• General Dermatology
  • Eczema
  • Alopecia
  • Aesthetics
  • Vitiligo
  • COVID-19
  • Actinic Keratosis
  • Precision Medicine and Biologics
  • Rare Disease
  • Wound Care
  • Rosacea
  • Psoriasis
  • Psoriatic Arthritis
  • Atopic Dermatitis
  • Melasma
  • NP and PA
  • Skin Cancer
  • Hidradenitis Suppurativa
  • Drug Watch
  • Pigmentary Disorders
  • Acne
  • Pediatric Dermatology
  • Practice Management

Becoming a media darling


One of the best and most exciting ways to attract attention to your practice is becoming a resource for your local media such as newspaper, television and radio stations.

Choose an angle First, you need to have a story or an angle that will be of interest to the local media. You can begin this quest by monitoring the media. What are the health news stories that are receiving a lot of media attention on the national level? Examples for dermatologists are experts on skin cancer and summer sun and aging and the pros and cons of the myriad, and often confusing, products available in today's marketplace, or the new biological medications for psoriasis that are giving hope to so many patients. You can also give a local angle to a story about a famous celebrity or politician who has a dermatologic disease.

Also, if you are using new technologies and new devices for treating skin conditions, contact the media. This might be newsworthy. You can give the story an interesting angle if you have one of your treated patients providing a testimonial about the new treatment or the new device you used.

Who to contact Call the station and ask for either the health and medical reporter or the assignment editor.

We suggest you do not call right before or right after the program airs, since everyone concerned with the program is likely tied up during these times. When you do get through, identify yourself and your subject.

The purpose of the call is to identify the decision-maker and alert him or her that information will be coming. Keep the call brief. Media staff are extremely busy, and you need to "sink your hook" in the first minute of the call.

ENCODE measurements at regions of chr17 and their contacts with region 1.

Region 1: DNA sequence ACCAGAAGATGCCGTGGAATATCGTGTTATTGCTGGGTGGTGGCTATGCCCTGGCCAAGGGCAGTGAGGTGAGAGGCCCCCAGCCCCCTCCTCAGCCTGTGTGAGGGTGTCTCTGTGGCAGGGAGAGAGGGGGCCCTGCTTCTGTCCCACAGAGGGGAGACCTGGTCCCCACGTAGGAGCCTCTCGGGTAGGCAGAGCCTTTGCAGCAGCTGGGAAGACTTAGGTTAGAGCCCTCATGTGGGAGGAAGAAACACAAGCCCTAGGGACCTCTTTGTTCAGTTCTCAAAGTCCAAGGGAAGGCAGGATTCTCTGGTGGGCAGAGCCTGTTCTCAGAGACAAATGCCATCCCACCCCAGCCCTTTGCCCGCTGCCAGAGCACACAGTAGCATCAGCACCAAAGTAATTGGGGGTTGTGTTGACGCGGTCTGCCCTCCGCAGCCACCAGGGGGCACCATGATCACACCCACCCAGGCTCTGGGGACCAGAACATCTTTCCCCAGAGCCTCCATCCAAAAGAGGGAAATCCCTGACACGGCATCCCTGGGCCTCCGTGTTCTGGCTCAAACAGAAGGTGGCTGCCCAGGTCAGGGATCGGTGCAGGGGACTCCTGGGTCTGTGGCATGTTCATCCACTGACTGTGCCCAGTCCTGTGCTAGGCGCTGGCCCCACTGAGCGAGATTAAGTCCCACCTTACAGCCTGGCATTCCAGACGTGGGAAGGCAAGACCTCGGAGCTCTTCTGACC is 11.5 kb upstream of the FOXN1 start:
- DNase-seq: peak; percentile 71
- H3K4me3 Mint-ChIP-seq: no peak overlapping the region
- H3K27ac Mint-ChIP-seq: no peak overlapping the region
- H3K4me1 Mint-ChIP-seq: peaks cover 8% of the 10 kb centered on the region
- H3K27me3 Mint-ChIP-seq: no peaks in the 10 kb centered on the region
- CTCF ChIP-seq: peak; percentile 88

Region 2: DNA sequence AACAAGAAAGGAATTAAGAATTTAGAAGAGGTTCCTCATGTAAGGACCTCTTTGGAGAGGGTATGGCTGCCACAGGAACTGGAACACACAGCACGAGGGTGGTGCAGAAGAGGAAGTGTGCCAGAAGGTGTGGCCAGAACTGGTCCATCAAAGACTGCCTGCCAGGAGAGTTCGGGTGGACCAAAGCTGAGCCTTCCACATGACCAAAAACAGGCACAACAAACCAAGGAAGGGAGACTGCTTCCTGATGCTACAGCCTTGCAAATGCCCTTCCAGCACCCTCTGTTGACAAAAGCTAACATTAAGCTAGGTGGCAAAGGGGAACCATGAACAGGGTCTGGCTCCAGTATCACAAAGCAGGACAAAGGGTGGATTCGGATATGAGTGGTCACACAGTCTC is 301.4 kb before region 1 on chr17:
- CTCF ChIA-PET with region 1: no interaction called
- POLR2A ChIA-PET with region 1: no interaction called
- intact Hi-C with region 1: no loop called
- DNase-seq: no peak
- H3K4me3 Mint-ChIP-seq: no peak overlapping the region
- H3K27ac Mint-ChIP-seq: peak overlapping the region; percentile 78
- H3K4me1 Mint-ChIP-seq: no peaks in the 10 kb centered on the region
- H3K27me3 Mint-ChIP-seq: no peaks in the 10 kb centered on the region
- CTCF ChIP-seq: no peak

The best method to be a darling of the media is to get back to them in a timely fashion. In our practices, we consider a call from the media similar to a call from the emergency room, the ICU or a good referring physician. With rare exceptions, those calls are taken immediately or returned promptly.

The pitch Now for the pitch. It's best to keep your pitch letter simple and short. Point out the benefit and newsworthiness of your topic to the station's viewers or listeners. Have someone in your office follow up after the letter.

The editor should be contacted by phone a few days after you have sent your information packet, which, by the way, should be packaged as professionally as possible. If the assignment editor has reviewed your material, you will usually get the yea or nay when you call back.

You're booked You're booked. What's next? For television, always think about providing visuals. If you have something for the viewers to see as well as hear, this will increase the impact you have. You can't bring an entire laser lab to the studio, but you can suggest that a segment of the interview be filmed on site. Or you can bring photographs, slides, a video clip, or simple props to demonstrate your procedure.

One of the best methods of being a media darling is offering to provide patients who have experienced the condition, used the new technology, or benefited from the new surgical procedure. You will be amazed at how receptive patients are to appearing with you in media interviews. Many patients who have suffered from psoriasis, skin cancer, or hair loss are willing to share their experience with you and your treatment with the media.

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